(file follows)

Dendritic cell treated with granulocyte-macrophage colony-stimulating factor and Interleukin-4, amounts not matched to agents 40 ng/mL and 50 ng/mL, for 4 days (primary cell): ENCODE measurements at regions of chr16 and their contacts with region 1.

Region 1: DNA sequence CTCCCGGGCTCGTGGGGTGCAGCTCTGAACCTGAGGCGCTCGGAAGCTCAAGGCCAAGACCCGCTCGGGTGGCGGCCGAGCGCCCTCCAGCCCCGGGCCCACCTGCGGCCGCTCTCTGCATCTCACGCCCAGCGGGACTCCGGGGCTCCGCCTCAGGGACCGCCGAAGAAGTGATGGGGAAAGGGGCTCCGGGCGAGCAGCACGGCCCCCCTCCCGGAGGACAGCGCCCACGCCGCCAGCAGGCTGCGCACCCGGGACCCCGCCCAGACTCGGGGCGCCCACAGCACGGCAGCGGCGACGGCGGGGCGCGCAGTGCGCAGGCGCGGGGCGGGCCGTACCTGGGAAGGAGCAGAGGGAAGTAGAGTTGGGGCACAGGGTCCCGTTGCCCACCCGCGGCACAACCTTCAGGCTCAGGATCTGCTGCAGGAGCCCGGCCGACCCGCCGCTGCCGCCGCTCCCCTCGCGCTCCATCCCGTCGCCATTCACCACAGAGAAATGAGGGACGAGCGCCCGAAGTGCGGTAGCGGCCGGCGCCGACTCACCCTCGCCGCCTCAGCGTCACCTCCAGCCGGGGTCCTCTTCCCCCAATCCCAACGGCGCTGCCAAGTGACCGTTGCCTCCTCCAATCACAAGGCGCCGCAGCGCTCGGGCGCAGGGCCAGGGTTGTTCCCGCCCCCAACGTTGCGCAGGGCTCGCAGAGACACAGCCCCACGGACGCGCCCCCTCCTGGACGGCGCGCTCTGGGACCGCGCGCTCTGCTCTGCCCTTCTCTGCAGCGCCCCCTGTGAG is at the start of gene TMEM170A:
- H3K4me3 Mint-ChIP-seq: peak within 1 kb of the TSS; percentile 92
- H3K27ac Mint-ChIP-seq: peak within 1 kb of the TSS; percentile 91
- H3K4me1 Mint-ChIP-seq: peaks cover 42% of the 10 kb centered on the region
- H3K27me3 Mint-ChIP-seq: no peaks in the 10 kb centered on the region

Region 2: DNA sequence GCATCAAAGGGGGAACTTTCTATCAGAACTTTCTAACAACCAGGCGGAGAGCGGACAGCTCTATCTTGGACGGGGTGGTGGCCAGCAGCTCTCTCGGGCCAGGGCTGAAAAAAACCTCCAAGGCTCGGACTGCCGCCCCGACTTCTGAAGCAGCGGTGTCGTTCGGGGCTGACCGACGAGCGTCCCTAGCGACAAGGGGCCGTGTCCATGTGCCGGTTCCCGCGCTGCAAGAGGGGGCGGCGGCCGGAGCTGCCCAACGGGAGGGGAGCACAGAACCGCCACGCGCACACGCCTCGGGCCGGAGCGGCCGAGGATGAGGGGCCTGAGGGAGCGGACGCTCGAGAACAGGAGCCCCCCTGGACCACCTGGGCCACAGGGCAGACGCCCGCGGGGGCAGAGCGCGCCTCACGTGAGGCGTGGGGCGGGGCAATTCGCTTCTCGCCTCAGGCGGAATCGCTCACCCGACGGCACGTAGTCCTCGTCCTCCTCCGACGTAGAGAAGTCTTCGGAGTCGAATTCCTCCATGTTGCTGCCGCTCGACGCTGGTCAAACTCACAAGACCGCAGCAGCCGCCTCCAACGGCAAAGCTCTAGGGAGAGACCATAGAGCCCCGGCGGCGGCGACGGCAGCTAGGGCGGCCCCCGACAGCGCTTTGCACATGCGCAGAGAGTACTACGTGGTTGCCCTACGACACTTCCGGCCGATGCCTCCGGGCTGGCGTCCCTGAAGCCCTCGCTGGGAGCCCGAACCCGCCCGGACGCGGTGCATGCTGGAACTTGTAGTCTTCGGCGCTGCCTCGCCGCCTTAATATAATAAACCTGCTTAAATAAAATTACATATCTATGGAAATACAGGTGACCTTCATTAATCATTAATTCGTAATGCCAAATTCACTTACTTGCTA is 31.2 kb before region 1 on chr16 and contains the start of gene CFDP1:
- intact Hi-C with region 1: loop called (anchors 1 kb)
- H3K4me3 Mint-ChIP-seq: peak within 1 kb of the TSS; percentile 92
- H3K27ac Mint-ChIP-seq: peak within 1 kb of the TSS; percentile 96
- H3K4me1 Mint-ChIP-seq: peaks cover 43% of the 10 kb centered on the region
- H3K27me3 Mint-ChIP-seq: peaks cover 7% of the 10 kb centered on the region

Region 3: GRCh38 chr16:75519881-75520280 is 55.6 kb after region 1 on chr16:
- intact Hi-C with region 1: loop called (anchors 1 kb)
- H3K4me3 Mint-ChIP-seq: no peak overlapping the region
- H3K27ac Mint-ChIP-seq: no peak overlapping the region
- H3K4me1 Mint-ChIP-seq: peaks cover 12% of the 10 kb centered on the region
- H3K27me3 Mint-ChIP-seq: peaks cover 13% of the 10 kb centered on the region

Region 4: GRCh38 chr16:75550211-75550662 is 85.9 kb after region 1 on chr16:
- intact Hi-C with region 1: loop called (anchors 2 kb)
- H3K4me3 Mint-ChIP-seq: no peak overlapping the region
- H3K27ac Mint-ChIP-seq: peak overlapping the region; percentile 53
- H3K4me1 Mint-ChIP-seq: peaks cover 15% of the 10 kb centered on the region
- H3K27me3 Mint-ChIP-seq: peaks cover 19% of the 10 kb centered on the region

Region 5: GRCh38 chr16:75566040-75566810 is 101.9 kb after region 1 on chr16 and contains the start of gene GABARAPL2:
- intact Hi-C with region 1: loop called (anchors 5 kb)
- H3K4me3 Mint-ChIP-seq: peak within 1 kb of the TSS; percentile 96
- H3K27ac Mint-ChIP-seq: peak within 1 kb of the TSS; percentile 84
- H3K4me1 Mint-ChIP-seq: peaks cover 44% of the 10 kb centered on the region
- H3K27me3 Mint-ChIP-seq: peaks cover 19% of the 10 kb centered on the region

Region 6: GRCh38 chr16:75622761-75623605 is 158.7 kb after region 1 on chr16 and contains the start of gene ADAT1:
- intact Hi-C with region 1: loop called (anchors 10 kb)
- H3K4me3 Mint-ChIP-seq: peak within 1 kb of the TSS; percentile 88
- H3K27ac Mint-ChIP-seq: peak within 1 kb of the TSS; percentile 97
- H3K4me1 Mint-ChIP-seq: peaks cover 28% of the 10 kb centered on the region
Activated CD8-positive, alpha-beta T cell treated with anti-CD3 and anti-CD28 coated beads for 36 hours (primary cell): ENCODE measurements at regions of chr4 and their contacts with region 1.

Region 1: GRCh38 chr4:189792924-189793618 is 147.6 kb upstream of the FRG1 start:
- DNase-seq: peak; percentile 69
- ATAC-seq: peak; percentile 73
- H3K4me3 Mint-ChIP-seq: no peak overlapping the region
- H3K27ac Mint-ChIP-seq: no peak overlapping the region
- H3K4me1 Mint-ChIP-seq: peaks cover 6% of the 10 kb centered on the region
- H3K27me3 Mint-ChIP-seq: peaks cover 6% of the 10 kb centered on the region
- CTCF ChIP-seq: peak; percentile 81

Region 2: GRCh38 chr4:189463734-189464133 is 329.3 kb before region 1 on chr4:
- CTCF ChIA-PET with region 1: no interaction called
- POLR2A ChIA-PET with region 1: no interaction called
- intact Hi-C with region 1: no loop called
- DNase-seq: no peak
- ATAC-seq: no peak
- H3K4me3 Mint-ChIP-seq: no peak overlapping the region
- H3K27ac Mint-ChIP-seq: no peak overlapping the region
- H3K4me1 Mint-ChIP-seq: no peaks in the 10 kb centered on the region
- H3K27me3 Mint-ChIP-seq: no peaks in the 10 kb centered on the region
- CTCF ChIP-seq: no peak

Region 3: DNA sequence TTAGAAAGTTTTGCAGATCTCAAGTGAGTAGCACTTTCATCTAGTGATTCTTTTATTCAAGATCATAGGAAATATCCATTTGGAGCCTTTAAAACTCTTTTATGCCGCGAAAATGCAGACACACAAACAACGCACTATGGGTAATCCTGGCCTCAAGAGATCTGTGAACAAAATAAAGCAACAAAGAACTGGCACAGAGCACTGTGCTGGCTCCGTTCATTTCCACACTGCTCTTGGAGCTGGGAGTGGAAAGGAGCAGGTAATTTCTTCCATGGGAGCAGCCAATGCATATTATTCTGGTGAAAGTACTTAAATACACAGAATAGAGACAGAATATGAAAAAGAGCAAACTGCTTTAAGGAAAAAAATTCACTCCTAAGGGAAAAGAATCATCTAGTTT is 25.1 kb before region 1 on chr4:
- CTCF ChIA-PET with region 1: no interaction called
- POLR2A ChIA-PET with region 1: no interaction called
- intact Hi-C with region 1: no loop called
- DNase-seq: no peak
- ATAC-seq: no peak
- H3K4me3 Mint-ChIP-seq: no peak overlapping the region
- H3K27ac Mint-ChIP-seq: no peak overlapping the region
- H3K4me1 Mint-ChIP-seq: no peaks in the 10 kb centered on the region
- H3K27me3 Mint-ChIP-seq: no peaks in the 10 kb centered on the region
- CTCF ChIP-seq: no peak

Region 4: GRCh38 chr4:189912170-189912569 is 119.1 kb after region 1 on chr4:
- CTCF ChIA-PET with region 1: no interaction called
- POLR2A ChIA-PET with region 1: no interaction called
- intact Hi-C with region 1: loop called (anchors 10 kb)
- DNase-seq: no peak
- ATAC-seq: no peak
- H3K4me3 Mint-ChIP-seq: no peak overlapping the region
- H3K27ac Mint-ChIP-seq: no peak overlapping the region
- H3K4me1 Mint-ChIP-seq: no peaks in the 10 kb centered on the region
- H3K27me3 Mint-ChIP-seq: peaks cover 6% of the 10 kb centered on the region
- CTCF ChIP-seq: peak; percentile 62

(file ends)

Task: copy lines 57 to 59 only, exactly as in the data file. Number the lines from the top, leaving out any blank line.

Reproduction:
- CTCF ChIA-PET with region 1: no interaction called
- POLR2A ChIA-PET with region 1: no interaction called
- intact Hi-C with region 1: no loop called